Global investment in clean energy reached a new record of $260 billion in 2011, up 5% on 2010 and almost five times the 2004 total of $53.6 billion. Investment in solar far outstripped that in wind, and perhaps of most note, U.S. clean energy investment moved back ahead of China for the first time since 2008, according to the latest data from Bloomberg New Energy Finance.
The record investment figures for 2011 are particularly striking because they were achieved during a turbulent year for the world economy in general, and for the clean energy sector in particular. The industry experienced severe pressure on the profit margins of manufacturers, a sharp fall in share prices, some notable bankruptcies, cuts in European government subsidy support, and a reduction in the availability of bank financing.
2011 highlights include a 36% surge in total investment in solar technology, to $136.6 billion. This was nearly double the $74.9 billion investment in wind power, which was down 17% on the previous year. This is not the first time that Bloomberg New Energy Finance has shown total investment in solar outpacing that in wind (on today’s revised figures for prior years, solar exceeded wind in 2004 and again in 2010), but this is the first time there has been such a huge gap.
“The performance of solar is even more remarkable when you consider that the price of photovoltaic modules fell by close to 50% during 2011, and now stands 75% lower than three years ago, in mid-2008,” said Michael Liebreich, chief executive of Bloomberg New Energy Finance. “The cost of PV technology has fallen, but the volume of PV sold has increased by a much greater factor as it approached competitiveness with other sources of power.”
A second highlight was the performance of the U.S. in 2011. In 2008, the U.S. was by far the largest single country worldwide in terms of total investment in clean energy, but it was overtaken by China in 2009. China increased its lead in 2010. However, in 2011, the U.S. leapt ahead once again, with total investment surging to $55.9 billion, up 33%; China saw investment rise just 1% to $47.4 billion.
“The news that the U.S. jumped back into the lead in clean energy investment last year will reassure those who worried that it was falling behind other countries,” Liebreich said. “However, before anyone in Washington celebrates too much, the U.S. figure was achieved thanks in large part to support initiatives, such as the federal loan guarantee program and a Treasury grant program, which have now expired. The country’s principal remaining support measure for renewable energy, the Production Tax Credit, is currently also scheduled to fall away at the end of 2012 unless it is extended. There may be a rush to get projects completed in 2012, followed by a slump in investment in 2013 if it expires.”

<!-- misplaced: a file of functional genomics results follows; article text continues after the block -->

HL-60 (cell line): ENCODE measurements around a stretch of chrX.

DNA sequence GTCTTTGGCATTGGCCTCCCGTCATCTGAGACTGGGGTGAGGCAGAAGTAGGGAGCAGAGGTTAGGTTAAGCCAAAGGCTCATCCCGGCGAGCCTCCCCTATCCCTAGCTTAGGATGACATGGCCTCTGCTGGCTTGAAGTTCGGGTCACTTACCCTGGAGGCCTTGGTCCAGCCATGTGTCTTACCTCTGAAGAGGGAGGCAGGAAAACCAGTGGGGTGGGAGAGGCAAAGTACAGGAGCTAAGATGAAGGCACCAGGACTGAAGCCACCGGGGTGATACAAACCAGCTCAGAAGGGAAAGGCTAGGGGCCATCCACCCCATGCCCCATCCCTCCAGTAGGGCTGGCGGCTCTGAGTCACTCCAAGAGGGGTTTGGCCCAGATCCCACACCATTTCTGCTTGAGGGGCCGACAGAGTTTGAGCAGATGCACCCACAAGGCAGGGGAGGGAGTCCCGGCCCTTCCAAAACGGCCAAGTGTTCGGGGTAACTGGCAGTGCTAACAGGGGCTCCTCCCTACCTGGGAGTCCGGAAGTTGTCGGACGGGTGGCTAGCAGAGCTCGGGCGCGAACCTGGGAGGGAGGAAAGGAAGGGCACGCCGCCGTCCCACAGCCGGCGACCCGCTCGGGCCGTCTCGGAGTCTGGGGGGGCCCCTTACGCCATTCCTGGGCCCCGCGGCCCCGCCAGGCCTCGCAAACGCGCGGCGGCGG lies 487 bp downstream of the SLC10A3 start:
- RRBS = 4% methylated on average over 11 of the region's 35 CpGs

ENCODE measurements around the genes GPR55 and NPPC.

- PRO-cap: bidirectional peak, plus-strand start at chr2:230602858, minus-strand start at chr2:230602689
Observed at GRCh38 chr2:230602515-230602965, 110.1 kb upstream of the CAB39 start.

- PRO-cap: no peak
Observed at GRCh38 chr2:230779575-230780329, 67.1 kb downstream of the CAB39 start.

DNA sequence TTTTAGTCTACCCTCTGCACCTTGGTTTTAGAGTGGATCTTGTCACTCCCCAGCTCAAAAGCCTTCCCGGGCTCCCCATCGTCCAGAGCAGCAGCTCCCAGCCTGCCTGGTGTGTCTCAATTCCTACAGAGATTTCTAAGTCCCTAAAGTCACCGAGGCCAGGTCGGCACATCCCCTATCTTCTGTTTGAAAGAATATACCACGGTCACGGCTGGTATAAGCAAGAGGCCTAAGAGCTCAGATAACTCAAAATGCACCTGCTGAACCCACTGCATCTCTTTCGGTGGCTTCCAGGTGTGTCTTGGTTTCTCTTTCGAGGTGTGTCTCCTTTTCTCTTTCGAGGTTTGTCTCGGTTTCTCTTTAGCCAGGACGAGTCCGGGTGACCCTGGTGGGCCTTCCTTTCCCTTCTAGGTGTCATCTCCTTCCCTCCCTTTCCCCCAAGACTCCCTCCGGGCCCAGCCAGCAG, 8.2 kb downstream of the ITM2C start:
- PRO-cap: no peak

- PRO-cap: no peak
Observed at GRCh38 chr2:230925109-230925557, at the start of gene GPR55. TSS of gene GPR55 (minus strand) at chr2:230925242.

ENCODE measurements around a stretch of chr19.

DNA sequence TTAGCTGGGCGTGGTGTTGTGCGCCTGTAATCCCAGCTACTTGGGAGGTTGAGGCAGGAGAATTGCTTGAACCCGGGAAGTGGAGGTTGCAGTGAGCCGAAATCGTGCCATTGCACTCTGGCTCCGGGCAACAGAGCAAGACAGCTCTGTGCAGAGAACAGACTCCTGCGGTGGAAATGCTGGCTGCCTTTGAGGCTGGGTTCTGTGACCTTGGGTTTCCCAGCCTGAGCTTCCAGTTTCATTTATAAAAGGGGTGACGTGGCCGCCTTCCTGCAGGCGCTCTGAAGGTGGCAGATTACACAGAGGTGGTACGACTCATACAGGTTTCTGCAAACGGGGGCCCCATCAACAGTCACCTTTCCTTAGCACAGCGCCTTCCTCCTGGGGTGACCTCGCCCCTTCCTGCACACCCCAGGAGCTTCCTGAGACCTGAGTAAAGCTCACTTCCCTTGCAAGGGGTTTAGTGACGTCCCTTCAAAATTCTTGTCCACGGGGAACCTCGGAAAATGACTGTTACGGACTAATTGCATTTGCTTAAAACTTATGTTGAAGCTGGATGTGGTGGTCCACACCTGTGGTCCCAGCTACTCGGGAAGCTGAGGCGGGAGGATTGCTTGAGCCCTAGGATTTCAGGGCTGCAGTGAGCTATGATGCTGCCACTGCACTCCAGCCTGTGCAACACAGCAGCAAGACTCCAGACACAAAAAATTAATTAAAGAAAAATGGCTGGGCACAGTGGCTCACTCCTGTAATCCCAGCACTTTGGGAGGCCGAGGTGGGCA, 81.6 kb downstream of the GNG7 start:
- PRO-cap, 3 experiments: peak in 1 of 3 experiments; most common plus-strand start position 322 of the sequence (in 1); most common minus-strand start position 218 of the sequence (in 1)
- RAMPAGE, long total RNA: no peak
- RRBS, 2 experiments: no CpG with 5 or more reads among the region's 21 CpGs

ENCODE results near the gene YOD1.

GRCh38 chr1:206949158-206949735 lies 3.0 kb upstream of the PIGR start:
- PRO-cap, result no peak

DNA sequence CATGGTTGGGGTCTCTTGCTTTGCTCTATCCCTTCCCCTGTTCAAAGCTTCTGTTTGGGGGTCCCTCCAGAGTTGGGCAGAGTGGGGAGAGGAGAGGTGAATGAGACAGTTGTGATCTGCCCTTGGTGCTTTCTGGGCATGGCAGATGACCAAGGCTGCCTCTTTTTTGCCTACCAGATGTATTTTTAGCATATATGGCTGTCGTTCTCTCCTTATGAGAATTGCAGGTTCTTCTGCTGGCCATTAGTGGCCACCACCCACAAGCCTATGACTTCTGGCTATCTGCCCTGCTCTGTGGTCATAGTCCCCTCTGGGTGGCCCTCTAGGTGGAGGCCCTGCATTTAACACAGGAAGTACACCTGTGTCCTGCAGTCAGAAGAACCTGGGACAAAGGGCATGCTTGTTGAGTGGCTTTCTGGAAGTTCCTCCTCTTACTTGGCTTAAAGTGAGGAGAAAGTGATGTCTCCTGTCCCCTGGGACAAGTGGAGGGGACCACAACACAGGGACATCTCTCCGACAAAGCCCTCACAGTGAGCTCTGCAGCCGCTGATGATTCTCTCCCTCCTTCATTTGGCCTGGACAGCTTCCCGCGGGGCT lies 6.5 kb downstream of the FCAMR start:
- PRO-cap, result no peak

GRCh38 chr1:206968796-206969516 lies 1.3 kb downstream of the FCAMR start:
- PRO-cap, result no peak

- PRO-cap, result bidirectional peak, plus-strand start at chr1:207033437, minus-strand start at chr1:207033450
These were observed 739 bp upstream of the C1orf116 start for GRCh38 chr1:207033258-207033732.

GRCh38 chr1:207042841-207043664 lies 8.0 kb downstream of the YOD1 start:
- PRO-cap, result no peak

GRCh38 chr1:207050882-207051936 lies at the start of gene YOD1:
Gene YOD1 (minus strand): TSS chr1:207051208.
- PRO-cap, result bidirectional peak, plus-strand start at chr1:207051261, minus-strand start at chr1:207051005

Europe as a whole saw clean energy investment rise 3% to $100.2 billion, with the strongest features being solar installations-both large-scale and distributed-in Germany and Italy, and offshore wind financings in the North Sea. India led the table in terms of growth in investment with a jump of 52% to $10.3 billion, while Brazil clocked up a respectable 15% increase to $8.2 billion.
The largest single type of investment was the asset finance of utility-scale renewable energy projects. This increased from a revised $138.3 billion in 2010 to $145.6 billion in 2011. Among the big projects financed in the last quarter of the year were the 288 MW Amrumbank West offshore wind farm off Germany for $1.3 billion, the 272 MW Seigneurie de Beaupre wind farm (phases one and two) in Canada for $756 million, and the 92.5 MW Hanas Ningxia Yanchi Gaoshawo solar thermal plant in China for $354 million.
The second-biggest category of investment last year was the finance of distributed renewable power technology, notably rooftop PV. This reached $73.8 billion in 2011, up from $60.4 billion in 2010-with Italy and Germany the two countries playing the biggest role as sharply falling solar panel prices increased the returns offered by feed-in tariffs.
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